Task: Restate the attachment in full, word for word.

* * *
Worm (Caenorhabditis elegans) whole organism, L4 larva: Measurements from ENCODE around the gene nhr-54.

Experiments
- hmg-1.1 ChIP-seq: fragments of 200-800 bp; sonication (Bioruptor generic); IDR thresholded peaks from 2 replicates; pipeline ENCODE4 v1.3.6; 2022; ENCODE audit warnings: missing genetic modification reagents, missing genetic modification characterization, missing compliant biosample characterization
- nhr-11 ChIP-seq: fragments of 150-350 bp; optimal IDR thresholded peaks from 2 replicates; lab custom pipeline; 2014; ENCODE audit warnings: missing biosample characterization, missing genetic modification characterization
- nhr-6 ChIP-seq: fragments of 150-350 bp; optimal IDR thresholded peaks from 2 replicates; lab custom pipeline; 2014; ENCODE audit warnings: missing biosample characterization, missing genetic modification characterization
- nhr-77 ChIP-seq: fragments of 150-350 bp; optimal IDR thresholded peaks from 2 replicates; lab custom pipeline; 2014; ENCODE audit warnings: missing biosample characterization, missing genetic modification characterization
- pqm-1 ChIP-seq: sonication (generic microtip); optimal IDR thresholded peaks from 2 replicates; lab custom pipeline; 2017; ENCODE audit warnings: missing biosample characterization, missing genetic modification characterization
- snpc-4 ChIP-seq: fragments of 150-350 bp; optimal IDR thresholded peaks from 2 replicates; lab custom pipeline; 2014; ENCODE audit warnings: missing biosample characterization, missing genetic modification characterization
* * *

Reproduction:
Worm (Caenorhabditis elegans) whole organism, L4 larva: Measurements from ENCODE around the gene nhr-54.

Experiments
- hmg-1.1 ChIP-seq: fragments of 200-800 bp; sonication (Bioruptor generic); IDR thresholded peaks from 2 replicates; pipeline ENCODE4 v1.3.6; 2022; ENCODE audit warnings: missing genetic modification reagents, missing genetic modification characterization, missing compliant biosample characterization
- nhr-11 ChIP-seq: fragments of 150-350 bp; optimal IDR thresholded peaks from 2 replicates; lab custom pipeline; 2014; ENCODE audit warnings: missing biosample characterization, missing genetic modification characterization
- nhr-6 ChIP-seq: fragments of 150-350 bp; optimal IDR thresholded peaks from 2 replicates; lab custom pipeline; 2014; ENCODE audit warnings: missing biosample characterization, missing genetic modification characterization
- nhr-77 ChIP-seq: fragments of 150-350 bp; optimal IDR thresholded peaks from 2 replicates; lab custom pipeline; 2014; ENCODE audit warnings: missing biosample characterization, missing genetic modification characterization
- pqm-1 ChIP-seq: sonication (generic microtip); optimal IDR thresholded peaks from 2 replicates; lab custom pipeline; 2017; ENCODE audit warnings: missing biosample characterization, missing genetic modification characterization
- snpc-4 ChIP-seq: fragments of 150-350 bp; optimal IDR thresholded peaks from 2 replicates; lab custom pipeline; 2014; ENCODE audit warnings: missing biosample characterization, missing genetic modification characterization